First you must become familiar with what technology is out there. There several types of wireless communications, two in particular are most commonly used in lighting. The first is infrared technology. Infrared light is electromatic radiation that has a wavelength longer than visible light. These wavelengths are communicated by a corresponding frequency range. Each frequency communicated signals a different function or command to the end user lighting component. The other type of wireless communication is a wireless local area network (WLAN) or Wi-Fi. Each component within the automated lighting system will have an IP address on a network and transmit communications resulting in lighting controls and responses. The main benefit of Wi-Fi communications over infrared is that communications are relayed over the network and each component can send signals both forward and backward. Also all activities can be monitored by a base station on the network. This could be your home computer with Wi-Fi access or your smart phone. The base station logs onto the network and can monitor all signals being transmitted and even schedule activities. This is very helpful in creating an automated lighting system.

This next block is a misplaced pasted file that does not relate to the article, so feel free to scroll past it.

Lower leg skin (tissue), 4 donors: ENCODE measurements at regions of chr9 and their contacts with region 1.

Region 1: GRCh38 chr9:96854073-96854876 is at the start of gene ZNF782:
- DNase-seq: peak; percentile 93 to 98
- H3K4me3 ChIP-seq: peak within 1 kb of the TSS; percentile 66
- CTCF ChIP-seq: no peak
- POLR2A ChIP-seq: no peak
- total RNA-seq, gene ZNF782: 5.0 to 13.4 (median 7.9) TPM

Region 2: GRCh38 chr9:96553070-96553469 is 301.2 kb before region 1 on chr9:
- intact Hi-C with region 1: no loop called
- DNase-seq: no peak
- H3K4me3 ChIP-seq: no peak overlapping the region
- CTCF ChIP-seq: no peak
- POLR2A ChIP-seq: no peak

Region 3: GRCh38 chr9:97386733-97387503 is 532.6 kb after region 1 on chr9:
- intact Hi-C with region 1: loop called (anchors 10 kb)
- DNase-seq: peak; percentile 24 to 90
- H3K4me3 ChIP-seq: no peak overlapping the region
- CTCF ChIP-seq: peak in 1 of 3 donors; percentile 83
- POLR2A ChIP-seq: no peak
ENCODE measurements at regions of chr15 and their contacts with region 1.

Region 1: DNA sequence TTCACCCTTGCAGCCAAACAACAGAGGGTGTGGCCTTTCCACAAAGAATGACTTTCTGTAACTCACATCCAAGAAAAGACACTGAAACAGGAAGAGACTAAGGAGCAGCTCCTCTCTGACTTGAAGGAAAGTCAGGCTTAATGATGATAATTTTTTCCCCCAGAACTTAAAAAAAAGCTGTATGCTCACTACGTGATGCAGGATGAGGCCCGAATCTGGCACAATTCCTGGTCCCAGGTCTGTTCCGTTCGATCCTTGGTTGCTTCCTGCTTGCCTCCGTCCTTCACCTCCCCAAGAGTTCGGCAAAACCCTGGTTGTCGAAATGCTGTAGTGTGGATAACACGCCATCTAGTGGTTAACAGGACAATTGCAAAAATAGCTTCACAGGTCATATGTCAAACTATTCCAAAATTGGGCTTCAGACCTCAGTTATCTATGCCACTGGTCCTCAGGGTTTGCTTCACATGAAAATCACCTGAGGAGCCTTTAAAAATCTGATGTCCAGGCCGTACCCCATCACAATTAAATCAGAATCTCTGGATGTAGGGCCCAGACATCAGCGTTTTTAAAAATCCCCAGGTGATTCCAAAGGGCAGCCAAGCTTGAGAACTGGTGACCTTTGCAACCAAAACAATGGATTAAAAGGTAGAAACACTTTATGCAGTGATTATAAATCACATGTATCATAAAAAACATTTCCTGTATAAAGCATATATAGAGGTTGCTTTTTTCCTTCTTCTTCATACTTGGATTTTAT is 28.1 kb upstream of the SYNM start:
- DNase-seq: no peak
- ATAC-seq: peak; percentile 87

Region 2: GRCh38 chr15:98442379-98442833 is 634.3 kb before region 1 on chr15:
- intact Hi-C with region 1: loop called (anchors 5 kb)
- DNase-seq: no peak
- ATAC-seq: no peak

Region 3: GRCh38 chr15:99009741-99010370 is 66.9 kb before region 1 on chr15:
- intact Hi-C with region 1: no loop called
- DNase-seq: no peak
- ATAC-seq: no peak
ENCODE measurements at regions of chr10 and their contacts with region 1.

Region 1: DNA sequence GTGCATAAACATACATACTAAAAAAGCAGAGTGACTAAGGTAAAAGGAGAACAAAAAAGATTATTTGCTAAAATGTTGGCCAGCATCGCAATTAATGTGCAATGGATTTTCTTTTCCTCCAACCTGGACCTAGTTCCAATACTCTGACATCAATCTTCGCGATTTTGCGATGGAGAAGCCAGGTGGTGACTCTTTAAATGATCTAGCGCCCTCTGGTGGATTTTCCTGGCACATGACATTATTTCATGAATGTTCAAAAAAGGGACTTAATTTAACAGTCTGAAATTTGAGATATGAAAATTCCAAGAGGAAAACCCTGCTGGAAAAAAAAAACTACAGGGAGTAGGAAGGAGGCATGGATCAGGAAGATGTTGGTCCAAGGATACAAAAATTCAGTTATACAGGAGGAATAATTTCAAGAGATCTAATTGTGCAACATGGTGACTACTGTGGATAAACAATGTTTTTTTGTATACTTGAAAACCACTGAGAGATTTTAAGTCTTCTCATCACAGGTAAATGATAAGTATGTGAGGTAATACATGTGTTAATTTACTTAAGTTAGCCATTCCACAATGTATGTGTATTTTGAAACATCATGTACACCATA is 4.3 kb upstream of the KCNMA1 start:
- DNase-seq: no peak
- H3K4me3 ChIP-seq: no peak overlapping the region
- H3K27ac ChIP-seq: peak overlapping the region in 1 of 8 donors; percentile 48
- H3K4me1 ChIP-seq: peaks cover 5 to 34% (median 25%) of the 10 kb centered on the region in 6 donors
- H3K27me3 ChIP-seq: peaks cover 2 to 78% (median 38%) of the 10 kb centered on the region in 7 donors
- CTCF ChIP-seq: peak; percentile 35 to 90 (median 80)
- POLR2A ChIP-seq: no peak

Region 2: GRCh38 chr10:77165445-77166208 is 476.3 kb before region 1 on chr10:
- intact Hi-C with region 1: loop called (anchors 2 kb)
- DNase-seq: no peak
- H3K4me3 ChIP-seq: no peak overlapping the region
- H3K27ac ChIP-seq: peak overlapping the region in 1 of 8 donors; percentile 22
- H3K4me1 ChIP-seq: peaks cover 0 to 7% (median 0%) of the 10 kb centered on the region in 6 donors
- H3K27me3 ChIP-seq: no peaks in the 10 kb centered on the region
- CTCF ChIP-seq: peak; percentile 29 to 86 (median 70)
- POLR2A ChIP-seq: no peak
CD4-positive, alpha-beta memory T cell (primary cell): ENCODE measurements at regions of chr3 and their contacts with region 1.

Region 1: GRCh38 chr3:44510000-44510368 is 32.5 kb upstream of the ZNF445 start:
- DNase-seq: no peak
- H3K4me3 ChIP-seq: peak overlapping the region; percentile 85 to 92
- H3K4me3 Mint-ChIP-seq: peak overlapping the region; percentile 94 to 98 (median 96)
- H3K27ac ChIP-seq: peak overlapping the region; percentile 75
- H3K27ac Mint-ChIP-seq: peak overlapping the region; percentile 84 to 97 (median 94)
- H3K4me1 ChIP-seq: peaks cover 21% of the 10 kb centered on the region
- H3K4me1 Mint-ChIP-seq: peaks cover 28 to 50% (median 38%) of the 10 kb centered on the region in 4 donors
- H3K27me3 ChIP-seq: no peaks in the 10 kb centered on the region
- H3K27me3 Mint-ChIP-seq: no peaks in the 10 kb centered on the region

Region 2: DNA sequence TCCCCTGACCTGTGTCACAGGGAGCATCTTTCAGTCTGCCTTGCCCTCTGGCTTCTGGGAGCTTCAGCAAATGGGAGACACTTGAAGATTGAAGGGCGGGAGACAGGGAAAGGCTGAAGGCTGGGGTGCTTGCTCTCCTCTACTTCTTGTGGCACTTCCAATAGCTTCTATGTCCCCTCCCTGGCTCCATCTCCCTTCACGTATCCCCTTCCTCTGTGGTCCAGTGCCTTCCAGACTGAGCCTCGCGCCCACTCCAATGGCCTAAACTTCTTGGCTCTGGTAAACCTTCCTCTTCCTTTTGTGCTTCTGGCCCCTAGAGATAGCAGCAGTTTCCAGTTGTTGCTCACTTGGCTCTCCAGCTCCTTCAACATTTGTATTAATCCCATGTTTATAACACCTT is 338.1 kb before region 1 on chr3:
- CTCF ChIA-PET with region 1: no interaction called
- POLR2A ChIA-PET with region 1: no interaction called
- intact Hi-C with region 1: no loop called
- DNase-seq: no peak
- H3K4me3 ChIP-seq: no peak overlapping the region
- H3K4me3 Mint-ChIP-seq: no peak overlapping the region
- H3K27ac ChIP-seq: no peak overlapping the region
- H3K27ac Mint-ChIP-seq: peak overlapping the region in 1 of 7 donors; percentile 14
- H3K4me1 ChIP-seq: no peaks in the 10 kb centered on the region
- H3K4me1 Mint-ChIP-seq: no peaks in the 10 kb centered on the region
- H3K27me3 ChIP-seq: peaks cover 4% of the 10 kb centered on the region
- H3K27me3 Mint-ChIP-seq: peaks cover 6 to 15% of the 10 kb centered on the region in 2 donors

Now you can shop for lighting components that communicate on one of the two platforms and start to assemble a
unique one of a kind lighting system. One lighting component that is crucial to any lighting system is an occupancy sensor. While occupancy sensor switches are not ideal for all spaces and applications they can automatically turn lights off when not needed in areas of your home or office where you usually leave the lights on. This will help you save tons of money on your energy bills. Occupancy sensors are available to fit in a wall switch junction box or for a ceiling mounted application. There are
also a variety of lamps and LED fixtures that come fitted with occupancy sensors built-in. This option adds an extra dimension of flexibility to your DIY automated lighting system design; allowing you to place sensored lighting in areas where conduit had never been installed.